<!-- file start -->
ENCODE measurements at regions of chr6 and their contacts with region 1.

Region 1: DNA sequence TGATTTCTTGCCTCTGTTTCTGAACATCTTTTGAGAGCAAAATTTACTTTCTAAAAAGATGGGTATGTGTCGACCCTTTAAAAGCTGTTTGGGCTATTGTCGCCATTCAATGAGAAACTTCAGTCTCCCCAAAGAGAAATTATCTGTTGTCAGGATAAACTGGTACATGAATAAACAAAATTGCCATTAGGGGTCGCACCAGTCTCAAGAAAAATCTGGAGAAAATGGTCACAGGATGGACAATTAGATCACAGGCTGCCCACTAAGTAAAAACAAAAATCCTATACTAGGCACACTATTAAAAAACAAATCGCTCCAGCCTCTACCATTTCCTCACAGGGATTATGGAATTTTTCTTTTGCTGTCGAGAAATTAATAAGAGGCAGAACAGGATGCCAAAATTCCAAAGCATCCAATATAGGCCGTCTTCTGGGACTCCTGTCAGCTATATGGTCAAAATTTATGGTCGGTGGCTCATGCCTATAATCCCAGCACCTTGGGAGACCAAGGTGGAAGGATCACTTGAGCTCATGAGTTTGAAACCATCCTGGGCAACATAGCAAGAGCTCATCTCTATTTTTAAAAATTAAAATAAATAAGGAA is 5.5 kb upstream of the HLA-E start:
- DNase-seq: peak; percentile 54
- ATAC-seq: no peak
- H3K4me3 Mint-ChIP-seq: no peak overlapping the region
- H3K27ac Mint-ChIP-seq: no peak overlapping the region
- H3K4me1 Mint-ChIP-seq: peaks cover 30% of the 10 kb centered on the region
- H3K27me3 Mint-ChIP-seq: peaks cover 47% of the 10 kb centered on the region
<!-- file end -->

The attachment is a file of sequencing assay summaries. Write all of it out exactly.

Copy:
ENCODE measurements at regions of chr6 and their contacts with region 1.

Region 1: DNA sequence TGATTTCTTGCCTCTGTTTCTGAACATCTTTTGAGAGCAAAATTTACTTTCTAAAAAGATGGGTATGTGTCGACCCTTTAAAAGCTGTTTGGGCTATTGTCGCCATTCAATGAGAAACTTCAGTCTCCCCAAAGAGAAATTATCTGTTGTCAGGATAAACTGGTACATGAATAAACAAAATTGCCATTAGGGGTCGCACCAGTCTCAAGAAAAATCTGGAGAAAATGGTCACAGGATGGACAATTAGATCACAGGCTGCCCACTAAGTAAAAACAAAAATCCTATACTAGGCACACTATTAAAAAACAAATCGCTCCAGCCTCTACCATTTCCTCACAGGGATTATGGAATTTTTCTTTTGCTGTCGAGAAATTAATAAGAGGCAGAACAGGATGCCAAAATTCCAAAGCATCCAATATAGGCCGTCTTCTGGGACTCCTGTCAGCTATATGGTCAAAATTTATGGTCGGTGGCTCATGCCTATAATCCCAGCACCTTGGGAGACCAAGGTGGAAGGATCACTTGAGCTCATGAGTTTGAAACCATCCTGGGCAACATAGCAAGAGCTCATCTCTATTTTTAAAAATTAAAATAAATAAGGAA is 5.5 kb upstream of the HLA-E start:
- DNase-seq: peak; percentile 54
- ATAC-seq: no peak
- H3K4me3 Mint-ChIP-seq: no peak overlapping the region
- H3K27ac Mint-ChIP-seq: no peak overlapping the region
- H3K4me1 Mint-ChIP-seq: peaks cover 30% of the 10 kb centered on the region
- H3K27me3 Mint-ChIP-seq: peaks cover 47% of the 10 kb centered on the region